This brings us to our third tip to successful podcasting: be consistent. This is crucial when planning the actual content of the podcast and that strategy begins with choosing the format of the show. How will you discuss your topics on each episode? Will it be a solo “monologue” style podcast? This format is a tried-and-true approach, allowing the host to workshop and curate the message carefully. Panel discussions can produce lively, dynamic shows if well-moderated. Interview podcasts can garner attention with prestigious guests, but it can be challenging to book relevant and interesting guests week to week.
Whichever format you choose, if you are to maintain a regular schedule of episodes at a high level of polish — an absolute must to retain and grow your audience — you cannot scramble to write an episode every week. Ideally, try banking your content and have a few episodes planned out ahead at all times. Outline your first four topics and with every point you wish to make, list a few supporting points for easy reference. Depending on your format, you could write out a full script for each, or just use the outlines as guides for impromptu discussion.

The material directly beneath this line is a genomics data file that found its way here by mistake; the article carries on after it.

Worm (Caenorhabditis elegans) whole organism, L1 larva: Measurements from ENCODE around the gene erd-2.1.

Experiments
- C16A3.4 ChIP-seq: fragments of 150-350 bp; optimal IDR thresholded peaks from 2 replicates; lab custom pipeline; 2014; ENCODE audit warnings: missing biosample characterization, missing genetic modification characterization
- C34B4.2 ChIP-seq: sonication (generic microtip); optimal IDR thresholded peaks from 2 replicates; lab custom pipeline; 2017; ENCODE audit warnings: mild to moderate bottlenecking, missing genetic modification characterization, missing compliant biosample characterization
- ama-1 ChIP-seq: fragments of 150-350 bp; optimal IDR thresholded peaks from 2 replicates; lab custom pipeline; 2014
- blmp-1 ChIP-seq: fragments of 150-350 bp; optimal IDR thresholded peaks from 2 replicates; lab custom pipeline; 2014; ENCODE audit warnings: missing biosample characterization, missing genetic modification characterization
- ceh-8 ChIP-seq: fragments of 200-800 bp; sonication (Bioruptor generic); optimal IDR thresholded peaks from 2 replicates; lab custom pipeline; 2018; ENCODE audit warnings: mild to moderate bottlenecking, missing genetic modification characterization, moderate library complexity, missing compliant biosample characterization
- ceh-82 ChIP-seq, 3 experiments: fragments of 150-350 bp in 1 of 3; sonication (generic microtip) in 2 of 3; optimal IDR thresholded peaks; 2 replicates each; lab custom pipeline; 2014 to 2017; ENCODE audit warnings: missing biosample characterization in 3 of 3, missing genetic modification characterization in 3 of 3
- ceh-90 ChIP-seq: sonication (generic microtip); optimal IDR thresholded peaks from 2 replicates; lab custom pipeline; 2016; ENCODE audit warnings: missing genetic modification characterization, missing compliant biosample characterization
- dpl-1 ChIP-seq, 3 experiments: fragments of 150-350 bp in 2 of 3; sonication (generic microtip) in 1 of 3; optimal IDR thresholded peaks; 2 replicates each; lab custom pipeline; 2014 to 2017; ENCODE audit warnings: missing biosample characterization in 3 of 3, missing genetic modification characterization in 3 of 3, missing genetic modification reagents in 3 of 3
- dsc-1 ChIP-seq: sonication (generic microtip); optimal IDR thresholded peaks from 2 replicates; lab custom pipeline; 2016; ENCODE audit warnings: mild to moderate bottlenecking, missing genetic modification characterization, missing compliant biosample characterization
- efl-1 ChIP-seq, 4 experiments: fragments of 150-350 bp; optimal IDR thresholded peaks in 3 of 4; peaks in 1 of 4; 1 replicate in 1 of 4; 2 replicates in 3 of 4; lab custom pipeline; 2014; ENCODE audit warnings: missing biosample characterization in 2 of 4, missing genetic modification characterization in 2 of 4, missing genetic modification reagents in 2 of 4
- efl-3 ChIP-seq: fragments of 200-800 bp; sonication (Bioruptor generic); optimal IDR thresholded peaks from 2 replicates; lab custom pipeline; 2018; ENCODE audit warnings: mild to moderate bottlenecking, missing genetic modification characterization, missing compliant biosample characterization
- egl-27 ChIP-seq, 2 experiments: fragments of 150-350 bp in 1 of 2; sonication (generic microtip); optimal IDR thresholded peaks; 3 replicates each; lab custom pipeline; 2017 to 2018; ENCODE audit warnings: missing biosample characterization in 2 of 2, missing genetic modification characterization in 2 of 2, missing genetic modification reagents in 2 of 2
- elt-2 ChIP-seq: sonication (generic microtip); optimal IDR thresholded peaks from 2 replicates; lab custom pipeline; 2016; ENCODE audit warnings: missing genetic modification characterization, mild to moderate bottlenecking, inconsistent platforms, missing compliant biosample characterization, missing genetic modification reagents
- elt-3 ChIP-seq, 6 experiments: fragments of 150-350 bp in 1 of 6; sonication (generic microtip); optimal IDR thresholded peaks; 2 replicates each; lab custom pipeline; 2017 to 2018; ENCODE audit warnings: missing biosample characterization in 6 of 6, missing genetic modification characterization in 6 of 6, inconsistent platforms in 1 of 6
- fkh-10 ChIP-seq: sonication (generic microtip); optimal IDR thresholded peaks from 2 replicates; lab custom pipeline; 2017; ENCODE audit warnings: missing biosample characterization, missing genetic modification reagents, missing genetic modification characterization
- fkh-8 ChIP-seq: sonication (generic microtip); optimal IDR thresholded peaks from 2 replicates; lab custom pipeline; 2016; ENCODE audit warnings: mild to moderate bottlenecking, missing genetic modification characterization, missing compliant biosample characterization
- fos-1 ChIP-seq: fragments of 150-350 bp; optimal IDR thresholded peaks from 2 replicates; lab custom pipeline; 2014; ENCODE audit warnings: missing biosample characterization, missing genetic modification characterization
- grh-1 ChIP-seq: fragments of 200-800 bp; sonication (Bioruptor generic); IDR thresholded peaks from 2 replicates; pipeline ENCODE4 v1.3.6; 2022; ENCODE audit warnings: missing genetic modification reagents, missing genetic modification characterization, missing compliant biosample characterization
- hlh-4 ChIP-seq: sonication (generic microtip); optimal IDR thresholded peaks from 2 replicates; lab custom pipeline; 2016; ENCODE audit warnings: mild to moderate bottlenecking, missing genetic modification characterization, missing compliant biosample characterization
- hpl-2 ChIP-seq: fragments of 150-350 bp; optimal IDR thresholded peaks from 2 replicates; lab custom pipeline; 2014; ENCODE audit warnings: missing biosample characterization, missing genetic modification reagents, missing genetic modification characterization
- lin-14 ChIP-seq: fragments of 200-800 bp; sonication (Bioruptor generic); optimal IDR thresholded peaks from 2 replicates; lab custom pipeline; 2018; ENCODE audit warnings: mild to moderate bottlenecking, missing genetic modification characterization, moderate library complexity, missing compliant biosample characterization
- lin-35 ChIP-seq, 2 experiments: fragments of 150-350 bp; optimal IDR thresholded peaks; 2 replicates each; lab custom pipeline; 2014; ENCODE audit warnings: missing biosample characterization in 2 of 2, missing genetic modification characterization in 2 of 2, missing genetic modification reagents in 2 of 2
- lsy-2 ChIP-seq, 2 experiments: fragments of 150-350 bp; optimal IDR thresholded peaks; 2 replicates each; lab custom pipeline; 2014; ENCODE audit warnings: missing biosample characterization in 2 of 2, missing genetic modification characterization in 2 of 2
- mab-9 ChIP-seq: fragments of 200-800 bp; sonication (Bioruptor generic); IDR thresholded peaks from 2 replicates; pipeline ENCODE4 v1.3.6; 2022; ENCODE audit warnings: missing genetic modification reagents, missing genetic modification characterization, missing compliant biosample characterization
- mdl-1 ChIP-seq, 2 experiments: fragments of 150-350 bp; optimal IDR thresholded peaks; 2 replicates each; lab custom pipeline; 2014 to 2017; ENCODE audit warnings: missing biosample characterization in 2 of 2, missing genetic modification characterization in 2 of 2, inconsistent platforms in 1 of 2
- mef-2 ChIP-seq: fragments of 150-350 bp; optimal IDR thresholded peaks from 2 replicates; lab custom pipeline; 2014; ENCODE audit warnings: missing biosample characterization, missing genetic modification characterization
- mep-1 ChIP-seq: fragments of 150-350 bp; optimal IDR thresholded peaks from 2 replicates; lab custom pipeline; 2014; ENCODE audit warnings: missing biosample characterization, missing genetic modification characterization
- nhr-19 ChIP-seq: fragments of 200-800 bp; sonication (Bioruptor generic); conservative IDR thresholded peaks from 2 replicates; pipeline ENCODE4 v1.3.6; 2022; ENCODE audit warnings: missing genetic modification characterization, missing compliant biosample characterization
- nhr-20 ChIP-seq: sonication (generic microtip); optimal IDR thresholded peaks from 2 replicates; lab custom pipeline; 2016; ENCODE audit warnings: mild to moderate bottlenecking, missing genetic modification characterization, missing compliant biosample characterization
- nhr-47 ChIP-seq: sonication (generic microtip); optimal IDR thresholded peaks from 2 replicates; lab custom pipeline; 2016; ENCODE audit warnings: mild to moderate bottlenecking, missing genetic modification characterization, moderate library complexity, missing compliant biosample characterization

If you’re wondering where the basis for your show’s content comes from, look no further than your experience as a financial advisor. Bring your expertise in understanding your clients and their needs by highlighting the issues that you’ve found are the most pressing for them right now. Many excellent techniques exist for finding topics, but a simple brainstorming list is a good place to start. Develop ideas in any order you like with nothing off-limits, and then organize the ideas into different categories and prioritize from simplest to most advanced. At this stage, aim for as long a list as possible so you can cut ideas and still have plenty to choose from. Part of the joy in listening to podcasts is the ritual and the comfort in their regularity, and your success as a podcaster will hinge on providing a consistent release schedule that can be supported by planning your content in advance.
Invest in the Right Equipment